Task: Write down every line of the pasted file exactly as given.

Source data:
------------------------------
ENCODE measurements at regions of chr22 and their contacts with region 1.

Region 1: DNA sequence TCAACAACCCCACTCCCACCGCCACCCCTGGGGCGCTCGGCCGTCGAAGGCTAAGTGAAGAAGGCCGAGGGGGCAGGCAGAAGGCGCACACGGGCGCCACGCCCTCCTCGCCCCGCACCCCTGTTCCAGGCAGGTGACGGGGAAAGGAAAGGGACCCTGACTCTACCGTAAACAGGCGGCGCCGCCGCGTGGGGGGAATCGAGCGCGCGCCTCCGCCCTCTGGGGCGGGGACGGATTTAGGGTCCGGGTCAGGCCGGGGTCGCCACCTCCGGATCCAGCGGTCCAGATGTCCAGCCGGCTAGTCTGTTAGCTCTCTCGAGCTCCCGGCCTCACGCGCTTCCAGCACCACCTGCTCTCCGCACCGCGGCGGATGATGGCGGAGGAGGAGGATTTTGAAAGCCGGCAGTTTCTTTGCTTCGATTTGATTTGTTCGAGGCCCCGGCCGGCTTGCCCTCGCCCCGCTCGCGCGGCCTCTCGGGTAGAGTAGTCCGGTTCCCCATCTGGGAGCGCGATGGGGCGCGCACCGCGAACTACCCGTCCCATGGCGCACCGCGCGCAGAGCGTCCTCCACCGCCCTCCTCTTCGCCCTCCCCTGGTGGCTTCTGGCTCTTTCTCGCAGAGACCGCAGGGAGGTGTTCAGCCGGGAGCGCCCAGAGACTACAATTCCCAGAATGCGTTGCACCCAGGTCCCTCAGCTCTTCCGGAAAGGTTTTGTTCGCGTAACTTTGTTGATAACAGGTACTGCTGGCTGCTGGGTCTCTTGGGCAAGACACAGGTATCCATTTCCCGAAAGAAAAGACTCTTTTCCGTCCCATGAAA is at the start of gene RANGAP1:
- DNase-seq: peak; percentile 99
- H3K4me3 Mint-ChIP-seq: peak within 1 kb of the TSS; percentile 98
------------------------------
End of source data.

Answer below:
ENCODE measurements at regions of chr22 and their contacts with region 1.

Region 1: DNA sequence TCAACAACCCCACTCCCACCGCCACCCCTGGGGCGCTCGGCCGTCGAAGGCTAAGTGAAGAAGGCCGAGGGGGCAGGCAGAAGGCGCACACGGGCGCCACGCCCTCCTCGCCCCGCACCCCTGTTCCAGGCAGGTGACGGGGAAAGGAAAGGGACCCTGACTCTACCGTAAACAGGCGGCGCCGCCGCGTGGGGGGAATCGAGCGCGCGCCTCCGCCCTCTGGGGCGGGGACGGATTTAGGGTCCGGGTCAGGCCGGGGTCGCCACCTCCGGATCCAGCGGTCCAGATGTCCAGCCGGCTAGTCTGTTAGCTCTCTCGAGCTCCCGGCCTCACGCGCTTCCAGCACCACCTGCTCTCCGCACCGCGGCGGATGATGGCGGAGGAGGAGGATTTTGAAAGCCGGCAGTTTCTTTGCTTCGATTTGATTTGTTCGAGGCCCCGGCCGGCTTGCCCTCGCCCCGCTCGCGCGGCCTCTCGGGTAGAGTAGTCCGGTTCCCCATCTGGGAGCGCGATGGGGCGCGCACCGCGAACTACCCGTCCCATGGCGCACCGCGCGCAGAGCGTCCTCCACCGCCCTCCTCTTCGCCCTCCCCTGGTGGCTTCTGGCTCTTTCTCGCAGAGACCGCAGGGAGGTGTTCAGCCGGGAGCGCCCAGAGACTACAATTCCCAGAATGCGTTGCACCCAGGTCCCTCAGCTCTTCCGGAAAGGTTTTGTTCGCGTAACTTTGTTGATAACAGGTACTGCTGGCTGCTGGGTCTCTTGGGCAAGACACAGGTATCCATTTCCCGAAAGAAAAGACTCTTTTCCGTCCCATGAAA is at the start of gene RANGAP1:
- DNase-seq: peak; percentile 99
- H3K4me3 Mint-ChIP-seq: peak within 1 kb of the TSS; percentile 98